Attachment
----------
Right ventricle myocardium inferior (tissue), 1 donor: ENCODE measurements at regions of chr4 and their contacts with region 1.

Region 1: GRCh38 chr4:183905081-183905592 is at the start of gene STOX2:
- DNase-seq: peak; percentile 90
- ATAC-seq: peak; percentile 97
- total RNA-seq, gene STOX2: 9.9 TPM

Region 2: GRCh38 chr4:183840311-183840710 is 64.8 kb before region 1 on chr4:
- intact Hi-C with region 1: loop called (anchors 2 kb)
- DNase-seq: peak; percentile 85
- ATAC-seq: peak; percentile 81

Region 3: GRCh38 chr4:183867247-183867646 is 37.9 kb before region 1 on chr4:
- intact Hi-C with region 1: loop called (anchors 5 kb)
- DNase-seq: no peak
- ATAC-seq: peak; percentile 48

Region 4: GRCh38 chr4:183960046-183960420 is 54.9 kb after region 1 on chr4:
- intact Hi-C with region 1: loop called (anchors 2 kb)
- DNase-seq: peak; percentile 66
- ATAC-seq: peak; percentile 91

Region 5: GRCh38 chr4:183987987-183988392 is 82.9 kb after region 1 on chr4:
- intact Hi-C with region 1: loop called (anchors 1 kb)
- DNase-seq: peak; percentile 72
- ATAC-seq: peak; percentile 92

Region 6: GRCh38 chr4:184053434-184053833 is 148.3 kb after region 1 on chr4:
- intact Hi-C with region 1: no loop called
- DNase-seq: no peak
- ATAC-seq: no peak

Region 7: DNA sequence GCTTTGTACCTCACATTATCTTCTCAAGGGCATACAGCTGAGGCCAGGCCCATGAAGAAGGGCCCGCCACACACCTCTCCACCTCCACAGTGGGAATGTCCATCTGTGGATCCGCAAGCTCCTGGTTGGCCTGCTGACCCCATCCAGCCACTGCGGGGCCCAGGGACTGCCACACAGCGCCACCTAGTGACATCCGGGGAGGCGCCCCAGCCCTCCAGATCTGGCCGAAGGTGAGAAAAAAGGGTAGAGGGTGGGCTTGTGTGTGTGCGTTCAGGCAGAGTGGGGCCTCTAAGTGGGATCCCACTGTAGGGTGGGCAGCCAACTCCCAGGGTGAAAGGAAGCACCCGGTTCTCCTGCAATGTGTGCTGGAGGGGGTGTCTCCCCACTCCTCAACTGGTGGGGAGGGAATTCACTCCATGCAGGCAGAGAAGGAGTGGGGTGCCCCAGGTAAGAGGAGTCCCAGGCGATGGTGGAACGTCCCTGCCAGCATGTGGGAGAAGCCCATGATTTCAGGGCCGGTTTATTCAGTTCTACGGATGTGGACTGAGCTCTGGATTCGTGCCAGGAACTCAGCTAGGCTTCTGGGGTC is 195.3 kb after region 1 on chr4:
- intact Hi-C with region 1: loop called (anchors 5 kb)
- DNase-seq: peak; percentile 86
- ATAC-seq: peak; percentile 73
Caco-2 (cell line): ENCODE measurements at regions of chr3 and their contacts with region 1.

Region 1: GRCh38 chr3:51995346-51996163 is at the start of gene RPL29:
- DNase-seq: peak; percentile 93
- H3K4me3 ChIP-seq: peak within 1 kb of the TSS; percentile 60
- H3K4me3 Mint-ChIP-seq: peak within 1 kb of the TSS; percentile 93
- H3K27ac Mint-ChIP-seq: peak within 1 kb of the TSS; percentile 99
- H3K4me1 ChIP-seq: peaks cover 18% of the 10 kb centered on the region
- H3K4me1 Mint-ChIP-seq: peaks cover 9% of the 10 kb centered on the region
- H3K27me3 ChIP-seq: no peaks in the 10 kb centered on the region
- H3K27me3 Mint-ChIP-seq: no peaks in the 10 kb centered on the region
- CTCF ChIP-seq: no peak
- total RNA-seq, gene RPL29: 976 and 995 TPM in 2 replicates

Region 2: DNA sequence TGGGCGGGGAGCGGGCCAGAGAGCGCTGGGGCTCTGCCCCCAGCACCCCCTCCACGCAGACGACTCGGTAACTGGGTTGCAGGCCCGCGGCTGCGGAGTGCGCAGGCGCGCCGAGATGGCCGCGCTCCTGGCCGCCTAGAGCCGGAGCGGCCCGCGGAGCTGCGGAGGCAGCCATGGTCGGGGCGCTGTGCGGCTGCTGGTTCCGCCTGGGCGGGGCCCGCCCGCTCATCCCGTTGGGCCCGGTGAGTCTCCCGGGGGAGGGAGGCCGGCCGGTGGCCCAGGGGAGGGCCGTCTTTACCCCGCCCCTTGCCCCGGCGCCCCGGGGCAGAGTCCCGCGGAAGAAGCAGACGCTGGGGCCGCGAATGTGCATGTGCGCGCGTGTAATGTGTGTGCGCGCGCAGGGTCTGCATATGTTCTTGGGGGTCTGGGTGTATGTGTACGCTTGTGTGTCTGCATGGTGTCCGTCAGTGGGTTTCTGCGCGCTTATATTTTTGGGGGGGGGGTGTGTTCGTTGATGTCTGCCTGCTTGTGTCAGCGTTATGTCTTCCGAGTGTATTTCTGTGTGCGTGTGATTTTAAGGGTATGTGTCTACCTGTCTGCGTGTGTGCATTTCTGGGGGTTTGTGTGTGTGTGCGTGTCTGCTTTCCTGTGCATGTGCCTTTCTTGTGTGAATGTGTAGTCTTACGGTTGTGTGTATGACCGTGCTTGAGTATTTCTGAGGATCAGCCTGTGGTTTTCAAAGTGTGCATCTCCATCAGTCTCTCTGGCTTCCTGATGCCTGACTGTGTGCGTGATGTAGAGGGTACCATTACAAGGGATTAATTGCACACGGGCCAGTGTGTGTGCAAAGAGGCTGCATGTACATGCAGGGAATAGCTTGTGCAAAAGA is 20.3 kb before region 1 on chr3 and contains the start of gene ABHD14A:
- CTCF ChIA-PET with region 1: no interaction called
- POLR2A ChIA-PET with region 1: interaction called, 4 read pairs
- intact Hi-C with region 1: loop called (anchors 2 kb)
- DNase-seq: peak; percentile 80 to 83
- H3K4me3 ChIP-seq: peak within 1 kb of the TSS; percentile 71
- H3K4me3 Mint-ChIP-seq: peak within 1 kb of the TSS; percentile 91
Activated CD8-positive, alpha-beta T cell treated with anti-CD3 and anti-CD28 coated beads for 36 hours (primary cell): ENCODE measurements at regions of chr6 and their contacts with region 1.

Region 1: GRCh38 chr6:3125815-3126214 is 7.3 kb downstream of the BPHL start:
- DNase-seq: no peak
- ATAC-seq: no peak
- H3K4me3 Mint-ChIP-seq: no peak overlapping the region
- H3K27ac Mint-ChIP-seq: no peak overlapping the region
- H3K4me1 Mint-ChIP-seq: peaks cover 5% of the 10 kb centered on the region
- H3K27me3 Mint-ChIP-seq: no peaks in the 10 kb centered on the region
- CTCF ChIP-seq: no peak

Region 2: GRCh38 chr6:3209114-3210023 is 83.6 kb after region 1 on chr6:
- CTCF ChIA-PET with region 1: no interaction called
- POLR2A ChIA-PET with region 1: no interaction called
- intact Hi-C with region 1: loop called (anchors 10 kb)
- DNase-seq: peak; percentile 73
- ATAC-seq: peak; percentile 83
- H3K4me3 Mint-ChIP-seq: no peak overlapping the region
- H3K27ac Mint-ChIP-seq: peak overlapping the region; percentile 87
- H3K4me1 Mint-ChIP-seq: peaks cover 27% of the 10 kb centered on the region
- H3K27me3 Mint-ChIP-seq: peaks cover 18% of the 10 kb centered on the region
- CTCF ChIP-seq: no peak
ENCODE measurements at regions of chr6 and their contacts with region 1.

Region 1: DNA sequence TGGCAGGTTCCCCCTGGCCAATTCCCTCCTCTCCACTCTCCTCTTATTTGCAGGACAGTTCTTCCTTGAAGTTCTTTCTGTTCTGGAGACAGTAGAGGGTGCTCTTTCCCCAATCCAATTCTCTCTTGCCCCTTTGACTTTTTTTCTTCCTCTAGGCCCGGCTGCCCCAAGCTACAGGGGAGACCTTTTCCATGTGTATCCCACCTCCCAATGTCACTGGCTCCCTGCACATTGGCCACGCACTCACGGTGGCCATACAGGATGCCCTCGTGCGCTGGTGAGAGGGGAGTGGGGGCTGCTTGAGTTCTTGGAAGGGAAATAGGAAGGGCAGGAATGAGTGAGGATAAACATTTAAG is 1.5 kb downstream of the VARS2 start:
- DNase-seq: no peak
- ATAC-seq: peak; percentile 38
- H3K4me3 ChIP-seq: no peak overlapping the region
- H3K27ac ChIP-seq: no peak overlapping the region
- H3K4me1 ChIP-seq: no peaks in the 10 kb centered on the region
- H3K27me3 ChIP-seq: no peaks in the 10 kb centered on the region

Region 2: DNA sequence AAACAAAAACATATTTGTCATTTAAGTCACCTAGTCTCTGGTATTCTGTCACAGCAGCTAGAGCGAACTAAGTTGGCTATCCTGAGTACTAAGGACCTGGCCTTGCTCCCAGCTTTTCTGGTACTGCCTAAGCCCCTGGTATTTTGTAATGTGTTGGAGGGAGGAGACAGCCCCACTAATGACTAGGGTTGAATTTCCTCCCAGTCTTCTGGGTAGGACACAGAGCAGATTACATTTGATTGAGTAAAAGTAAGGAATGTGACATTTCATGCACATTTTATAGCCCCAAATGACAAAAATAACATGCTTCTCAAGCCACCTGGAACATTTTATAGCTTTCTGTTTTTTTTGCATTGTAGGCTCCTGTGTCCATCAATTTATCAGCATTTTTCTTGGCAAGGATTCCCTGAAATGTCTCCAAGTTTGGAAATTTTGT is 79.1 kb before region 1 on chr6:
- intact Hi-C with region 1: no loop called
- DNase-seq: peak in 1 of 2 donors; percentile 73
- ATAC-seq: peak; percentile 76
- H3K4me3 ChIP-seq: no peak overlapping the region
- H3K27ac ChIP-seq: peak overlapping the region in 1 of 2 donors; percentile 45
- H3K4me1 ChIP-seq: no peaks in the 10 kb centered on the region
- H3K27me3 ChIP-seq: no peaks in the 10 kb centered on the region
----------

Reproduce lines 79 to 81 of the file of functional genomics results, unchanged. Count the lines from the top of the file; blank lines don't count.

- DNase-seq: peak in 1 of 2 donors; percentile 73
- ATAC-seq: peak; percentile 76
- H3K4me3 ChIP-seq: no peak overlapping the region